Money Mistakes To Avoid – Loss Aversion

July 11, 2007

We covered the first money mistake yesterday and learned not to save with the right hand and spend with the left.  The next mistake the Smart Money magazine article covers is a psychological effect that affects many of us, loss aversion. 

Loss Aversion
I like the way that Wikipedia explains the concept.  Ask yourself this question, “would you rather get a 5% discount, or avoid a 5% surcharge?”  Numerically the end result is the same but people feeling loss aversion are more afraid of a loss than they are motivated by a gain so they choose avoiding the 5% surcharge.  The Wikipedia article mentions some studies that suggest losses are twice as psychologically powerful as gains.

Financial Effects
So what’s an example of loss aversion?  Smart Money uses the case of a penny-pincher who is so fixated on reducing the “loss” of paying too much for gasoline that they’ll drive halfway across town for cheaper gas, burning extra gas and putting more miles on their car.  Loss aversion often creates such irrational behavior where people actually end up spending more money in an effort to avoid  a loss.

Another negative financial effect of loss aversion is the tendency to play it too safe when it comes to investing. Keeping all our money in conservative investments in an effort to avoid loss will erode our net worth in the long run thanks to ever present inflation.  More conservative investments such as bonds are less likely to have huge drops in price like stocks but after their lower returns are gobbled up by inflation the purchasing power of money accumulated over a long time frame is greatly reduced.

Overcoming Loss Aversion
The article suggests that the best way to overcome loss aversion in investing is to take a broad view.  Don’t focus on the immediate effect of your investment but rather look at its long term implications.  Your investments will go down every now and then but it’s okay. You won’t lose any money unless you sell, over time the investments value should have an upward trend. This is easier to do if you put together an investment plan that will help smooth out the highs and lows. The article suggests:

“A well-diversified portfolio should limit the volatility, and some mutual funds, such as asset-allocation and balanced funds, can help keep the ups and downs in check.”

Does loss aversion effect you? Have you ever made an irrational decision to avoid a loss that ended up costing you more money in the long run?

Ben

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Ben

Ben Edwards, the founder of Money Smart Life, saved up enough to buy a Nintendo back when he was 12 years old. When he used the money to buy shares of Wal-Mart stock instead, he knew he wasn’t like the other kids… His addiction to personal finance has paid off for his family and now he’s helping you to afford the life that you want. Check him out on the web at Google Plus, Twitter and Facebook.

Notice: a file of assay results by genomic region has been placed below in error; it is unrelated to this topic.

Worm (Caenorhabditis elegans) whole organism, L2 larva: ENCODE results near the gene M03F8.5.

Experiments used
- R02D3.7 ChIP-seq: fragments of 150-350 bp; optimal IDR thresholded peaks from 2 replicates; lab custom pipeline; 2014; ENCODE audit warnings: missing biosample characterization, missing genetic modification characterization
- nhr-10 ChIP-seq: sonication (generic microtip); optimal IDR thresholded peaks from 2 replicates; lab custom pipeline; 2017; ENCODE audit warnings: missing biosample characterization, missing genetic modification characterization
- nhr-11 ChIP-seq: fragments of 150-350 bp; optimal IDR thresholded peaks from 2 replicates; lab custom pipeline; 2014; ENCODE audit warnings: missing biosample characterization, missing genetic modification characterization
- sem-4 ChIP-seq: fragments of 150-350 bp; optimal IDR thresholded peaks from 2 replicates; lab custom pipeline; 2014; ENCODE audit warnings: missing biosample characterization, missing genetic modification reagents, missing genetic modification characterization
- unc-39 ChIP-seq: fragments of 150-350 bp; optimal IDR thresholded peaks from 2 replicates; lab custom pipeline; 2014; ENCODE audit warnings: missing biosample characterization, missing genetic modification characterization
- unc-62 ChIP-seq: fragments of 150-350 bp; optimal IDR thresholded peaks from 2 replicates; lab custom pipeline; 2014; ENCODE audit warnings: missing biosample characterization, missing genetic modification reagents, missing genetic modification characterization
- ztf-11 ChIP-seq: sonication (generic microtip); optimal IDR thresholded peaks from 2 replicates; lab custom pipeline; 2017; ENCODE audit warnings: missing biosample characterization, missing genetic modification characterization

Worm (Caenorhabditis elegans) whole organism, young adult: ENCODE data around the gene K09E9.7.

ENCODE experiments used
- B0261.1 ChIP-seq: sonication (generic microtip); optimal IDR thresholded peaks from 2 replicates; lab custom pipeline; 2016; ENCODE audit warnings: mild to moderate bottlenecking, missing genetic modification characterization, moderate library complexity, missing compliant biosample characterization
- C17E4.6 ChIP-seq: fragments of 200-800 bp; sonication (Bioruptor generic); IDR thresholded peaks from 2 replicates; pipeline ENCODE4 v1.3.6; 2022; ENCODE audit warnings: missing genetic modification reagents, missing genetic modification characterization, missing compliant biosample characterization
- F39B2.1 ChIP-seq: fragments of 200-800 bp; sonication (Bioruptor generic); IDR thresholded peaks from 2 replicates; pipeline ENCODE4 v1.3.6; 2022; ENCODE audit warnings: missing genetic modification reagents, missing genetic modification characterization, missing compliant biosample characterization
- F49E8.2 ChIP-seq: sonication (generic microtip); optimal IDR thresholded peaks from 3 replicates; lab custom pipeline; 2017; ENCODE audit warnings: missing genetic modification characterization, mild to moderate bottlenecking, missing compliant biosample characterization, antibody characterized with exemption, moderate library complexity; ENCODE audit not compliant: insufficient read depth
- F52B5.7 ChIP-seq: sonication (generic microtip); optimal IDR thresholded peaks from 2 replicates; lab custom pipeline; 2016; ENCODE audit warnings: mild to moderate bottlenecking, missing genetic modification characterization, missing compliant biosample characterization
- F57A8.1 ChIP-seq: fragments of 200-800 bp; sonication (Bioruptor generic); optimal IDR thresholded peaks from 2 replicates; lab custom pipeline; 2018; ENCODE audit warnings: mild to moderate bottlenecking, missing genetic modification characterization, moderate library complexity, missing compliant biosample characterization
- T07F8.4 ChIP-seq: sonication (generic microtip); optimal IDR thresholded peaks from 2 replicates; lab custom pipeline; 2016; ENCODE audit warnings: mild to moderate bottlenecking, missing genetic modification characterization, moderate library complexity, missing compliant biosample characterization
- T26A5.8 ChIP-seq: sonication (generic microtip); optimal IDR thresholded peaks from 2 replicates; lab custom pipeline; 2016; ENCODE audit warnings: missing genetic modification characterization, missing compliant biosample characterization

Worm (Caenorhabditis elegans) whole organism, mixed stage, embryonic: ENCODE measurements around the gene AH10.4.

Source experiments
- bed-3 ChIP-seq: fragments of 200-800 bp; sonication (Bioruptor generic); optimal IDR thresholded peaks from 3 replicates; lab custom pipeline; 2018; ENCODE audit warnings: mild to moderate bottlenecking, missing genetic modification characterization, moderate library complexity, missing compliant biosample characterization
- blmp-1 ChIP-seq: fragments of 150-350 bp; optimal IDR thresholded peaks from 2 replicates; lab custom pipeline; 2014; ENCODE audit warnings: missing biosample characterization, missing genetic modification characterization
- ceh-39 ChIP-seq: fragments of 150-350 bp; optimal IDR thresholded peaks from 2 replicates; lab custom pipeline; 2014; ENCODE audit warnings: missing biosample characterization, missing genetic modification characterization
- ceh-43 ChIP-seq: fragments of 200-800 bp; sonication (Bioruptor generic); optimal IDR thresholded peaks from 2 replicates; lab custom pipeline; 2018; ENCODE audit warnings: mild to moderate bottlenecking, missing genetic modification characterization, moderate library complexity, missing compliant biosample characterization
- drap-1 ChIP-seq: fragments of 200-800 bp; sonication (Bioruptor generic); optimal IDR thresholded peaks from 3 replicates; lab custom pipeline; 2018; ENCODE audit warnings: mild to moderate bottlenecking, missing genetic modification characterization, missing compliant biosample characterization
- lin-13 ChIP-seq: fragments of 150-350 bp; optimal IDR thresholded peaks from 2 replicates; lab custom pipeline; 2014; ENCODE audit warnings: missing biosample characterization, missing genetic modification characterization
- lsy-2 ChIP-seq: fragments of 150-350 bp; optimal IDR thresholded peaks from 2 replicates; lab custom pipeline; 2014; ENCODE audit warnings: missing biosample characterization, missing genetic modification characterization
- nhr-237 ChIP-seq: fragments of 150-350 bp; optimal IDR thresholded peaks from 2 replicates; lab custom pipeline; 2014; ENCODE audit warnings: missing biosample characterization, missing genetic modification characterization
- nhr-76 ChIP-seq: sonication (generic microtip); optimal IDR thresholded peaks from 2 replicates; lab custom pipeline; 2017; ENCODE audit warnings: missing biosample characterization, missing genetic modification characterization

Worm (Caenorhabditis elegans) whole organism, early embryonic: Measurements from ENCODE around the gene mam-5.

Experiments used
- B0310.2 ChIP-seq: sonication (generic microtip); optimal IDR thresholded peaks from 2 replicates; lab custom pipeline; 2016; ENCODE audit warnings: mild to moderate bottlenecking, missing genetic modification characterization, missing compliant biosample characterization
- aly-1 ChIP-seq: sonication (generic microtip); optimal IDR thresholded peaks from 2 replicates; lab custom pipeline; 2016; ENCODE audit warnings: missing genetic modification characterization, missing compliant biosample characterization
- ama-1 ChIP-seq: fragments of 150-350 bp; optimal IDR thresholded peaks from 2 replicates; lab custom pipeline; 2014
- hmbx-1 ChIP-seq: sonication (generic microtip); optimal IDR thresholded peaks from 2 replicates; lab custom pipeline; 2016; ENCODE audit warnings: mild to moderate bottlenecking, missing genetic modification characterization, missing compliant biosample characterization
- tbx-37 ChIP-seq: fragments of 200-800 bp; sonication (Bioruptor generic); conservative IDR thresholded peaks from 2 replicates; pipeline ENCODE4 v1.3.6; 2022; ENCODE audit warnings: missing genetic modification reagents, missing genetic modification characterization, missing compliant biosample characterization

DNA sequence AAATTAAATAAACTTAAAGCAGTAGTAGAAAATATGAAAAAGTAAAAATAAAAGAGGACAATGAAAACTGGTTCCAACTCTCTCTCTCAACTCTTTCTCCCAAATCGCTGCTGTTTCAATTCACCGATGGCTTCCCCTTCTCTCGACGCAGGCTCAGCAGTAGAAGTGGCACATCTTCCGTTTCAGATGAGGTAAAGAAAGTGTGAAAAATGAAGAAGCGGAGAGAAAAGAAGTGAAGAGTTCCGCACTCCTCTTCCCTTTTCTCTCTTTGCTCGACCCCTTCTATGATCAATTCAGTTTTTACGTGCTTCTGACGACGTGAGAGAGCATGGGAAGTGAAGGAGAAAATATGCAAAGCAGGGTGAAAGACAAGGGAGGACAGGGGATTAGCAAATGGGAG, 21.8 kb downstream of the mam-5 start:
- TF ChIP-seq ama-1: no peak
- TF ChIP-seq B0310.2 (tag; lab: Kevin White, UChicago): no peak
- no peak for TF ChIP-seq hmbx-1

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Comments

7 Responses to Money Mistakes To Avoid – Loss Aversion

  • Chris

    I think Independant Thinker missed the point. Loss aversion largely relates to conservative people that aren’t prepared to spend/risk a little now to gain alot later. Infact he sounds like he has the classic case of risk aversion (play it safe and he won’t get burned).

  • Independent Thinker

    I am very smart when it comes to money. My mortgage is less than my house is worth, I don’t tap into my house’s equity; I save 40 percent of my monthly take-home pay (I’m fortunate enough to make a good salary); drive cars until they die and when they do buy used ones for cash; own only two credit cards and never carry a balance. I also pay for groceries, gas, dry cleaning, and other routine expenses with cash. But, no one can convince me that putting my before-tax dollars into the stock market is a good idea. I know that sounds reactionary and “backward” but when all of my colleagues were groaning in October 2008 about the loss of their hard-earned principle, I was actually counting a modest increase in my “investment portfolio” which will earn me a very modest 5% over the next 30 years until retirement. That and the thousands of dollars I save every year from my paychecks will (with due dilligence) be enough. Perhaps more of us should focus on simply holding onto our pay rather than spending so much of it on things we don’t really need like another suit, coat, pair of shoes, or vacation to Disney World.

  • Ben

    Lazy, you’re exactly right. Those unknown default rates are what has kept me away from Prosper.

    I agree Miranda, one thing I have trouble with is car maintenance. I balk whenever the mechanic suggests I do some $150 procedure even though it should help keep the car running and my expenses down in the future.

  • Miranda

    One of the things that I love about my husband is that he has taught me to think in terms of long-ranging decisions. Sometimes what we think costs more now actually costs less in the long run. Sometimes we are so afraid of losing NOW, that we forget that penny pinching can indeed be pound foolish.

  • Lazy Man and Money

    I think this is a huge reason why many people run away from investing on Prosper.com. They fear that they might lose their money if people don’t pay them back.

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